ANS:  D Technologic developments were available to physicians, not lay midwives. So in-hospital births increased in order to take advantage of these advancements. Puerperal sepsis has been a known problem for generations. In the late 19th century, Semmelweis discovered how it could be prevented with improved hygienic practices. The development of forceps is an example of a technology advance made in the early 20th century but is not the only reason birthplaces moved. Unlike home births, early hospital births hindered bonding between parents and their infants. PTS:   1                    DIF:    Cognitive Level: Knowledge/Remembering REF:   p. 1                OBJ:   Integrated Process: Teaching-Learning MSC:  Client Needs: Safe and Effective Care Environment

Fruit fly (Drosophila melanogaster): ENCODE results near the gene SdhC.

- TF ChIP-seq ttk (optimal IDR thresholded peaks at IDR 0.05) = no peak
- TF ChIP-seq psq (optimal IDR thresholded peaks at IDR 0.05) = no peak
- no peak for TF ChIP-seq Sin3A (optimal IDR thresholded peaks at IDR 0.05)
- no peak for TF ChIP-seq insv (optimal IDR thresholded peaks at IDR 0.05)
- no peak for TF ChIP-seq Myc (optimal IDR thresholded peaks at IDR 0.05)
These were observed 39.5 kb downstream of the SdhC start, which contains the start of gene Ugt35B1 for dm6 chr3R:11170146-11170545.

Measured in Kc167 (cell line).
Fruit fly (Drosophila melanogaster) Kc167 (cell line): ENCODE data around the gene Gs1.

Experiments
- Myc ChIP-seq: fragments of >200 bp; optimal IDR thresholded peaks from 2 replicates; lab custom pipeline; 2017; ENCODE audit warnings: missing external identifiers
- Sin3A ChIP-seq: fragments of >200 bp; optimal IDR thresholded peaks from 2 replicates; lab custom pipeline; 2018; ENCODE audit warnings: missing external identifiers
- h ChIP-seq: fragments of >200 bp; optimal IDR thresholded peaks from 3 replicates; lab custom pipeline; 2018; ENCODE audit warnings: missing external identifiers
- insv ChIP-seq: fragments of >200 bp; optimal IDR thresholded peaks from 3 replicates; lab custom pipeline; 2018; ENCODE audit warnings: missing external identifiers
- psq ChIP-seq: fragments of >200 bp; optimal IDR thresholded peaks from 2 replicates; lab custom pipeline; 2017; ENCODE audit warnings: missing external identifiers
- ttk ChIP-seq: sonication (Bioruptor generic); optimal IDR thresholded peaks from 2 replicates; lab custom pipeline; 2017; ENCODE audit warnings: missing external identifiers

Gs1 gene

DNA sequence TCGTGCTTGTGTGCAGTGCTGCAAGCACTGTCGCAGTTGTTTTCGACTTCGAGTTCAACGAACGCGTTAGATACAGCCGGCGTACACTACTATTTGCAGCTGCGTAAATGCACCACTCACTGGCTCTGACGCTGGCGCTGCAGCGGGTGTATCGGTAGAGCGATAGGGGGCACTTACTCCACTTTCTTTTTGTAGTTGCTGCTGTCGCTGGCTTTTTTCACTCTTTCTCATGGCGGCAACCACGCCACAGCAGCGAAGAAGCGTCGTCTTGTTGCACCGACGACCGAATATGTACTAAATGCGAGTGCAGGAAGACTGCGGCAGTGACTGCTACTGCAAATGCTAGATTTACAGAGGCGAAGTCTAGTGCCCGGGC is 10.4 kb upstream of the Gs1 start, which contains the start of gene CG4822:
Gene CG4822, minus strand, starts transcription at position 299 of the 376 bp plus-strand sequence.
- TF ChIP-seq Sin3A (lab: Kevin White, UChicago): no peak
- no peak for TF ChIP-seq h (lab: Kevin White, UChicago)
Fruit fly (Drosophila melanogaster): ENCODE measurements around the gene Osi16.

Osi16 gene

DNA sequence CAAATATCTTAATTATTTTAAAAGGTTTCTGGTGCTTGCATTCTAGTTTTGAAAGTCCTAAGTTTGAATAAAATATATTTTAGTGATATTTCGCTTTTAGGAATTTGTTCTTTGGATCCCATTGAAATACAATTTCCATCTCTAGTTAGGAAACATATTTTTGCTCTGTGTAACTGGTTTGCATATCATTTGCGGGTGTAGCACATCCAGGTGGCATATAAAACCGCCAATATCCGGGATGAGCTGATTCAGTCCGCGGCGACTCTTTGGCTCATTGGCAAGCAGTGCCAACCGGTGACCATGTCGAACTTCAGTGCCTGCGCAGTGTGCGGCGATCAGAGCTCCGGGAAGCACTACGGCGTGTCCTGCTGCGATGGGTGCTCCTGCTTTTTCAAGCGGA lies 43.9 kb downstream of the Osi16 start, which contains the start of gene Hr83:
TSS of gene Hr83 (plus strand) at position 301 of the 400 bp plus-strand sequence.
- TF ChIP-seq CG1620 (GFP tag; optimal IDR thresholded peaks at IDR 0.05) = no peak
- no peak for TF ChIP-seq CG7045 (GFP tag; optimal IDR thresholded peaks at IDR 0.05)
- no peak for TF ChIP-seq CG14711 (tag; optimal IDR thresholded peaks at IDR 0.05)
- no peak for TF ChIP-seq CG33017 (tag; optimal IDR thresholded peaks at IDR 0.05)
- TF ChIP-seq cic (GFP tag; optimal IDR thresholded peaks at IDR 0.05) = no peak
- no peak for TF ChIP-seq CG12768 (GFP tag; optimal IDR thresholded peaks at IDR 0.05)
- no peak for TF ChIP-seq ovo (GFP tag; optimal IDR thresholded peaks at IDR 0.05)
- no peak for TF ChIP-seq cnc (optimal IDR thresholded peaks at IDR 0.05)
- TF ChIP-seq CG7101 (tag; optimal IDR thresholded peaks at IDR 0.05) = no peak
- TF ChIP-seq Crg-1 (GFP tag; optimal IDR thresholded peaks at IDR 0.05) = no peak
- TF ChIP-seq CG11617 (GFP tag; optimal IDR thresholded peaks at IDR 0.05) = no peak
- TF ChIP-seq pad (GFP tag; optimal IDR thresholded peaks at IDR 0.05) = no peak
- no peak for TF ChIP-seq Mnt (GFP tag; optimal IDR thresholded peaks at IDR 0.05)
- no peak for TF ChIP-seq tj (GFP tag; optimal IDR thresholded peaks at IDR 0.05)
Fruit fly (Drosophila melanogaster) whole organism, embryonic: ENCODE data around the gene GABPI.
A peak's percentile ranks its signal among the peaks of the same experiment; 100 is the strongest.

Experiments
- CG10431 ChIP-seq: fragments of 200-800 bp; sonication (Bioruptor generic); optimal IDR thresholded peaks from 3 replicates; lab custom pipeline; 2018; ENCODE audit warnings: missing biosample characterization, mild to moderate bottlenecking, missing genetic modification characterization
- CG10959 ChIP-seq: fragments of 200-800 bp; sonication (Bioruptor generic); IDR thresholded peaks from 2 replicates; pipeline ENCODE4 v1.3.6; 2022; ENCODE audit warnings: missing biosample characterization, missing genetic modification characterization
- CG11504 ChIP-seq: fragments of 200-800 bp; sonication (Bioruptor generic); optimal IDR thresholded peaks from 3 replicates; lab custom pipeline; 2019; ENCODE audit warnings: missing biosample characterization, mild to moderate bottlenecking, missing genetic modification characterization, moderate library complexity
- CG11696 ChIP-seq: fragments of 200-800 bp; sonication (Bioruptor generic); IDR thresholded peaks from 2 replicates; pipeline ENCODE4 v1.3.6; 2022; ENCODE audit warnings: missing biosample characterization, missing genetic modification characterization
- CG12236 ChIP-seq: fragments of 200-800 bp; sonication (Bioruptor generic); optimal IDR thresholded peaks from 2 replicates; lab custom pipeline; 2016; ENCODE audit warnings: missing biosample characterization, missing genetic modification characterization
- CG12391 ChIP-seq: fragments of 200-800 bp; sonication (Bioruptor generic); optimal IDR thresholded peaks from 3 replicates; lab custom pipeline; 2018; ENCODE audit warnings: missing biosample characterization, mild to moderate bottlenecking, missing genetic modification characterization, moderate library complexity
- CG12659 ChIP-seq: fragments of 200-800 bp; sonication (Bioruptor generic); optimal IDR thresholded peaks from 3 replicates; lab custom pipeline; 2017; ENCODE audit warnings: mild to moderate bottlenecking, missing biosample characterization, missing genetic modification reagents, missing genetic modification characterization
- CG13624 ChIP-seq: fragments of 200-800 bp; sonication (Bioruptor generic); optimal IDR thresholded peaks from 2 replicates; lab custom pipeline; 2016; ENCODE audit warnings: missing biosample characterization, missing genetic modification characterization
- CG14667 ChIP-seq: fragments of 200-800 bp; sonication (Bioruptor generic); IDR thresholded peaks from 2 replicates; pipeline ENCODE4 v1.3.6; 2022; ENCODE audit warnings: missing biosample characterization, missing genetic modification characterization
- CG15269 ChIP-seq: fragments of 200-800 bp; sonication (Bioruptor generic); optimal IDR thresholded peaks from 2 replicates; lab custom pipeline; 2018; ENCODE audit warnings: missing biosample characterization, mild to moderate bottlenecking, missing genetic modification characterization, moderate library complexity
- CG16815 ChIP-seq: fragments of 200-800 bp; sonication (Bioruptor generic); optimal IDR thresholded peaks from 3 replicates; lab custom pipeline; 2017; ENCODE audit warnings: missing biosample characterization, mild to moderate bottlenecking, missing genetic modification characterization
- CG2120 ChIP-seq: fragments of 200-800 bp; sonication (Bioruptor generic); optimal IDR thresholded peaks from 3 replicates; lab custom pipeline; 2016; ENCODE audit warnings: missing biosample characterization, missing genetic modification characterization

1. Family-centered maternity care developed in response to
a. demands by physicians for family involvement in childbirth.
b. the Sheppard-Towner Act of 1921.
c. parental requests that infants be allowed to remain with them rather than in a nursery.
d. changes in pharmacologic management of labor.
ANS:  C As research began to identify the benefits of early extended parent-infant contact, parents began to insist that the infant remain with them. This gradually developed into the practice of rooming-in and finally to family-centered maternity care. Family-centered care was a request by parents, not physicians. The Sheppard-Towner Act of 1921 provided funds for state-managed programs for mothers and children. The changes in pharmacologic management of labor were not a factor in family-centered maternity care. PTS:   1                    DIF:    Cognitive Level: Knowledge/Remembering REF:   p. 2                OBJ:   Integrated Process: Teaching-Learning MSC:  Client Needs: Psychosocial Integrity
  1. Which setting for childbirth allows the least amount of parent-infant contact?